Survey offers data on local kosher dining preferences

Long lines of customers formed at Pratzel’s in 2011 after word spread that the longtime kosher bakery would close after nearly a century of serving the area.

By Eric Berger, Staff Writer

St. Louis Jews want to eat at a kosher Mediterranean or Israeli-style restaurant in University City, according to a new survey published by Chabad of Greater St. Louis. 

That location and style of restaurant is the sort that garnered the most interest among about 1,100 Jews who responded to a survey conducted in 2015. 

The goal of the survey was to provide an entrepreneur who might be interested in opening a kosher eatery in St. Louis with a collection of information about the local market. 

“The objective was to help any entrepreneurs who are thinking of creating a kosher eatery, and in order to have the best chance of success, we thought the entrepreneur could benefit from this data and go into this restaurant with their eyes open,” said Rabbi Yosef Landa, regional director of Chabad of Greater St. Louis.

When asked about kosher restaurants, 45 percent of people said they were “very interested in regularly eating at” a Mediterranean/ Israeli style restaurant, followed by Chinese (41 percent), pizza (38 percent), and a steakhouse or deli (31 percent). 

Forty-two percent of respondents described themselves as Orthodox, while 30 percent were Conservative and 16 percent were Reform. The largest number of respondents (39 percent) lived in University City. 

The qualities that respondents care about most were that the restaurant has a clean, comfortable atmosphere (66 percent); that it fits within budget (48 percent); and the type of cuisine (35 percent).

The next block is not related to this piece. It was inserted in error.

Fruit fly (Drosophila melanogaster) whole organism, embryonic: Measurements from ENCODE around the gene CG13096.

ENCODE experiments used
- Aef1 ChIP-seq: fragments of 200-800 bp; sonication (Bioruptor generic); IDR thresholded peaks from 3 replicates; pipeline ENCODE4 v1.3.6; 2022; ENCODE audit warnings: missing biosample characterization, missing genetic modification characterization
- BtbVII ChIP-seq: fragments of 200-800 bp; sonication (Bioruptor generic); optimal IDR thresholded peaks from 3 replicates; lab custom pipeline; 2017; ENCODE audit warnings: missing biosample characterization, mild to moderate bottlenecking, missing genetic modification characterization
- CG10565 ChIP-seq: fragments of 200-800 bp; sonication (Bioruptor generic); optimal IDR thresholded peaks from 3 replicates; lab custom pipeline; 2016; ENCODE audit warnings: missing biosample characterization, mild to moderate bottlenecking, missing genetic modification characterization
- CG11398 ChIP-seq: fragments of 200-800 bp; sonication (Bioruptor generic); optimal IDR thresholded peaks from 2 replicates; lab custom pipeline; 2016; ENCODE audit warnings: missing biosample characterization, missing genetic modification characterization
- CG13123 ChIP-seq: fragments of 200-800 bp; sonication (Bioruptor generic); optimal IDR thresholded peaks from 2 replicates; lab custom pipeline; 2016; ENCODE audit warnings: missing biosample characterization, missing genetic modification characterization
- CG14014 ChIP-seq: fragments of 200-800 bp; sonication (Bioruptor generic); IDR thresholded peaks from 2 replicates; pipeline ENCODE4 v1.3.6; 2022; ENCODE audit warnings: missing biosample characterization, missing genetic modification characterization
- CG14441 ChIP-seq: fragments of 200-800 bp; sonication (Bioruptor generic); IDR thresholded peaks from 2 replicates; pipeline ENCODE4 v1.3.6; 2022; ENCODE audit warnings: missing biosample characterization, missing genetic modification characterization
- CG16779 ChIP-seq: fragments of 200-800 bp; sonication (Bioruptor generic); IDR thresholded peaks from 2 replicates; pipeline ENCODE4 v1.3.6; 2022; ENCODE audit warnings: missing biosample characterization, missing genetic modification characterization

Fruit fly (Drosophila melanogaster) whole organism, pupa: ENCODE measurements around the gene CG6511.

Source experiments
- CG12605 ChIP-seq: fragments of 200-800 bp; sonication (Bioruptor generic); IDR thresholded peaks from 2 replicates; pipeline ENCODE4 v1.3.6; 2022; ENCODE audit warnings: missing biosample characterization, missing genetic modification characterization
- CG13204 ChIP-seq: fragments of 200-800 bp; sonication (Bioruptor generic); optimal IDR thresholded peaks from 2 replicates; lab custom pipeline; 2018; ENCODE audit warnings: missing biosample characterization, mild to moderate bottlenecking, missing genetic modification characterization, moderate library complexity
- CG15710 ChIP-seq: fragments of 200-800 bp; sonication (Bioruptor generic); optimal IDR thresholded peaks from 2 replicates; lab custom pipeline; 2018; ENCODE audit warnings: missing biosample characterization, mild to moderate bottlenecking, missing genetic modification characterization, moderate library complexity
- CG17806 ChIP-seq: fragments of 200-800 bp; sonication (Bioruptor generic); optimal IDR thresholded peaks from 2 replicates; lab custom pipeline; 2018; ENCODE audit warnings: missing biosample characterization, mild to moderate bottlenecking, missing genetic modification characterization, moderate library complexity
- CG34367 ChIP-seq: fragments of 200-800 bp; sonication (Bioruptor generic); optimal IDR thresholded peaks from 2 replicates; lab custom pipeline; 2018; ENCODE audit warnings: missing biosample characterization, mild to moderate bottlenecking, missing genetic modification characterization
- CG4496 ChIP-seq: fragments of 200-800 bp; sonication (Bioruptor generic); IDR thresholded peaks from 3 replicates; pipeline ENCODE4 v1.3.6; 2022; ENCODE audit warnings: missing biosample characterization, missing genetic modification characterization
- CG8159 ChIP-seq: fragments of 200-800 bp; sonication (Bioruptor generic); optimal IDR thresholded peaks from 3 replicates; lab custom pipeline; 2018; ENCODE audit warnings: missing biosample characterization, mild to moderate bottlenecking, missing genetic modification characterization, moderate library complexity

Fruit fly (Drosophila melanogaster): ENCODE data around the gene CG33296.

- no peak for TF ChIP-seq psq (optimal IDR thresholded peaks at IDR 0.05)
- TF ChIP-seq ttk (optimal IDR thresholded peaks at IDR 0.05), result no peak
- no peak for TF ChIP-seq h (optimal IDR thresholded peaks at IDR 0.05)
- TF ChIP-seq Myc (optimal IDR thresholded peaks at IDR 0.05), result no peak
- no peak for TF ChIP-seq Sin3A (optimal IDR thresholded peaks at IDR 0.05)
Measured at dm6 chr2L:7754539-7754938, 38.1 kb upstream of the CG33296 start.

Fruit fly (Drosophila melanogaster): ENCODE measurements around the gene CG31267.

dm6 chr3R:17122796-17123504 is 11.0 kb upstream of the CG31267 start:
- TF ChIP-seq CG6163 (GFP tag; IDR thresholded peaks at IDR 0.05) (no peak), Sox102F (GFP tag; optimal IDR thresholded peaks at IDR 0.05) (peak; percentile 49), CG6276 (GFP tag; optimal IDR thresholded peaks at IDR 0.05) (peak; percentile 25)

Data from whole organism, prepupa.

St. Louis has only two kosher restaurants: Kohn’s Kosher Meat & Deli, which is open daily for lunch in Creve Coeur; and Gokul, an Indian vegetarian restaurant in University City. But at night, there are no kosher meat or dairy restaurants.

Other kosher restaurants have been unsuccessful over the past couple of decades, including Empire Steak Building, which was open from 2001 to 2004, and Shmeers Café, a vegetarian restaurant that lasted from 2004 to 2007. Both were in University City.

David Benkof, a writer who identifies as Orthodox, paid more than $25,000 for studies to collect data on the local market for such a restaurant. He declined to comment for this story. 

“I am not interested in going into a kosher food business,” Benkof said when the survey was being conducted. “This is a tzedakah project on my part.”

The survey results will serve as a good “navigation tool,” for people considering opening a kosher restaurant in St. Louis, said Rabbi Zvi Zuravin, executive director of the Vaad Hoeir of St. Louis, which oversees kosher restaurants. 

He said he has not heard of any plans for opening a new local kosher eatery, but he is optimistic.

“I’m hoping that someone will open a kosher restaurant because we need more variety and competition is very healthy,” said Zuravin. “I think that with proper management and if it’s done the right way, there is definitely a chance of a successful restaurant sustaining itself.”